Doctor Who: Seeing I
By Jonathan Blum and Kate Orman / BBC Books / June 1998
Sam is homeless on the streets of the colony world of Ha’olam, trying to face what’s just happened between her in the Doctor. He’s searching for her, and for answers. While she struggles to survive in a strange city centuries from home, the Doctor comes across evidence of alien involvment in the local mega corporation, INC – and is soon confined to a prison that becomes a hell of his own making.
Where did INC’s mysterious eye implants really come from? What is the company searching for in the deserts? What is hiding in the shadows, watching their progress?
Faced with these mysteries, separated by half a world, Sam and the Doctor each face a battle – Sam to rebuild her life, the Doctor to stay sane. And if they do find each other again, what will be left of either of them?”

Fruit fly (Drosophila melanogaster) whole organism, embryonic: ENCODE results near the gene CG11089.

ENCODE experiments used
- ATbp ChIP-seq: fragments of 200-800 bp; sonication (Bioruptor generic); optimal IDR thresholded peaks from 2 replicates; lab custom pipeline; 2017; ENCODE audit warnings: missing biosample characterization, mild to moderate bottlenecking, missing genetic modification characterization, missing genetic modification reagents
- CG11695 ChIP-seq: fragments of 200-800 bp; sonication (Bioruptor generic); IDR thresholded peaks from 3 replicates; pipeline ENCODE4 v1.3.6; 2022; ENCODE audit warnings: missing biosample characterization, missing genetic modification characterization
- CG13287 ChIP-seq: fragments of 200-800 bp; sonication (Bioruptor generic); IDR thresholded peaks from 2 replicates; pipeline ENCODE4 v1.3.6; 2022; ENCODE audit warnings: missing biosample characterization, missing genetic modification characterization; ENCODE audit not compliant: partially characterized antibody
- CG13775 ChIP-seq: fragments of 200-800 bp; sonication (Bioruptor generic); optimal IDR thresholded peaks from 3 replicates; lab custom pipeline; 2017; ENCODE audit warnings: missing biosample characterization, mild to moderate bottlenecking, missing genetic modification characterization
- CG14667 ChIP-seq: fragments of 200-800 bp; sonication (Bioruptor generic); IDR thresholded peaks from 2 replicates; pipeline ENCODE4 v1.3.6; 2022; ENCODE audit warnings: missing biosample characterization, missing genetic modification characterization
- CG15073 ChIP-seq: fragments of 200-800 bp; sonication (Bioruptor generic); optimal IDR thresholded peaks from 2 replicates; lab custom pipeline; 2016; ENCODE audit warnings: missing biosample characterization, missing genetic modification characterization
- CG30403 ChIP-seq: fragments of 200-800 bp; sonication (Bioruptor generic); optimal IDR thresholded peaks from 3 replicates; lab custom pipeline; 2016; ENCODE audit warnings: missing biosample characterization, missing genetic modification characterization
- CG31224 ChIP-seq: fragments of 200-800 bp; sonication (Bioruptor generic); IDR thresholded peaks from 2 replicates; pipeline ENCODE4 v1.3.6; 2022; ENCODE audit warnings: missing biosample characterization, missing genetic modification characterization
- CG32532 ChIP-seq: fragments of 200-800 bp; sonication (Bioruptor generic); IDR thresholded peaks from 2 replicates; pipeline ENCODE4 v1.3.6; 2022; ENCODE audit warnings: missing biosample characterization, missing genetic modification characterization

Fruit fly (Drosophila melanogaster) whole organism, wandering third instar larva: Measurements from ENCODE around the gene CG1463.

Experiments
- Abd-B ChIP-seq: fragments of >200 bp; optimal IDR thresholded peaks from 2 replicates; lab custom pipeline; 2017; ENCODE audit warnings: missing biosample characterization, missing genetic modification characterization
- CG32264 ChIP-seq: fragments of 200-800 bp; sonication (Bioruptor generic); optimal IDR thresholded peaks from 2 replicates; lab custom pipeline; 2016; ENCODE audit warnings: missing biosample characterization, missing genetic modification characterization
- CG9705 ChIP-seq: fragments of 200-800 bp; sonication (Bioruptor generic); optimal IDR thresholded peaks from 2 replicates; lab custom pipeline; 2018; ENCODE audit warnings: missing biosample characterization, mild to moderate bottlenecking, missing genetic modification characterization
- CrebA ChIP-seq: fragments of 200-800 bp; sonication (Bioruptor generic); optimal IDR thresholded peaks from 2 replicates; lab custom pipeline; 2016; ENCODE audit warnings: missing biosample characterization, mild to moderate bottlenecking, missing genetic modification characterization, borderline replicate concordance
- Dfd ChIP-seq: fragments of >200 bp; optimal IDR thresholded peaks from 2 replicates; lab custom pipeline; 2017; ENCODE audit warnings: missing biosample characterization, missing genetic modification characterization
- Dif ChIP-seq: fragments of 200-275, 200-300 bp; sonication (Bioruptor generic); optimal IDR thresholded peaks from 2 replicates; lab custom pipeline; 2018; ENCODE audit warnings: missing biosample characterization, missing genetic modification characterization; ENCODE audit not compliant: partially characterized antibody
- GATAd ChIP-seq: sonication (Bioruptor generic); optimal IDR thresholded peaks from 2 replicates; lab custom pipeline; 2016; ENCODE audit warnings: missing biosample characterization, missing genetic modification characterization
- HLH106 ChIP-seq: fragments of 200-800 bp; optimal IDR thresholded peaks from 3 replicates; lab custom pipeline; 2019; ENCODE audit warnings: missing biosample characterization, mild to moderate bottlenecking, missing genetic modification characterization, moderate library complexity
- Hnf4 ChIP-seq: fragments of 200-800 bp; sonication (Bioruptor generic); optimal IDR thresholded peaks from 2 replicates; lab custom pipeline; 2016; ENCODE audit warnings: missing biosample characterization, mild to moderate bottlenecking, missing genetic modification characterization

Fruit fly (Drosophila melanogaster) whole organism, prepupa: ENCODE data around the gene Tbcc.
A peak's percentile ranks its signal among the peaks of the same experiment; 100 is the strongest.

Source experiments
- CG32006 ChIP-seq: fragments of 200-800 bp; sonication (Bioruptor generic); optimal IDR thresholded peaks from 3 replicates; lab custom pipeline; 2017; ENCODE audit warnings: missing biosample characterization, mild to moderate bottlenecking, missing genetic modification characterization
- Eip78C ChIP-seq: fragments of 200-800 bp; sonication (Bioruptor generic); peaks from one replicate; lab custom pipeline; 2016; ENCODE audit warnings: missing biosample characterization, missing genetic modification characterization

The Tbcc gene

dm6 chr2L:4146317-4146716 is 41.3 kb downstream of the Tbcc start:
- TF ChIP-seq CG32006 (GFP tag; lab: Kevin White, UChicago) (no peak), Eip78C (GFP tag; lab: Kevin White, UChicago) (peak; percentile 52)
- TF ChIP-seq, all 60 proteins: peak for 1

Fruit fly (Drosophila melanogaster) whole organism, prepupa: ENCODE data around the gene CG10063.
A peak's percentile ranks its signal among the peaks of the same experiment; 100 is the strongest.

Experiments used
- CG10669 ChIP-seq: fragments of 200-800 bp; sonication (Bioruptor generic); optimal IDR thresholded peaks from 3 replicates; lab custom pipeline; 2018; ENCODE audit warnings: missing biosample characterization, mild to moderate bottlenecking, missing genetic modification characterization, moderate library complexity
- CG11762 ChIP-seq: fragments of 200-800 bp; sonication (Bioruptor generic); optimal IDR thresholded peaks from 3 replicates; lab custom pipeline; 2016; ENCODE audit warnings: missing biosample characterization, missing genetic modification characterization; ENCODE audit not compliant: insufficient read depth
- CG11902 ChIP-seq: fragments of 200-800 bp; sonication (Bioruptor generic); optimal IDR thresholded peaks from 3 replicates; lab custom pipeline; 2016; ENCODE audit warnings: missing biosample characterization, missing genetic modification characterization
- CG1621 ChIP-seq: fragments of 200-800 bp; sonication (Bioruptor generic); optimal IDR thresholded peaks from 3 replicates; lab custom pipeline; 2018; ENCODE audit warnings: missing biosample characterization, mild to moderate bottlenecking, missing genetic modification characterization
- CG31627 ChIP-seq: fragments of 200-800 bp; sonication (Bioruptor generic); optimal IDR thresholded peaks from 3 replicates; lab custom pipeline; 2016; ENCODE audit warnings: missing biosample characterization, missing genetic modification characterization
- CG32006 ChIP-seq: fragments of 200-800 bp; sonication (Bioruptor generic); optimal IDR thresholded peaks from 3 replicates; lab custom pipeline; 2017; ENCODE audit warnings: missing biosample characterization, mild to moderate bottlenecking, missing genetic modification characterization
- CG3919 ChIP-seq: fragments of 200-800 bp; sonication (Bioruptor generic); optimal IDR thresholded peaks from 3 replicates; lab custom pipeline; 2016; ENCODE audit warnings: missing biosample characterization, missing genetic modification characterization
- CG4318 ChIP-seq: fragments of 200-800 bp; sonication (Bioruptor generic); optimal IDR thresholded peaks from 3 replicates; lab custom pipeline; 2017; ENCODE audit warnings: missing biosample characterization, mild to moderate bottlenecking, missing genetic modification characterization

I was expecting a lot from Kate Orman, who wrote some of my favorite New Adventures, but Seeing I doesn’t quite deliver in the end. However, it’s still well above average.
At the beginning of the book, Sam and the Doctor are already separated, so there is a lot of Sam development going on. In fact, she ages years, not days or months, in this story. Meanwhile, the Doctor is stuck in a prison that even he can’t escape.
For the first two thirds of the book, Seeing I is a departure from most Who novels as it explores the plight of the Doctor and his companion on a psychological level. However, the last third of the book turns into a straightforward Who adventure. That’s not to say it isn’t well done, but it doesn’t quite deliver the ending as promised with the earlier character trials.
All in all a definite must read.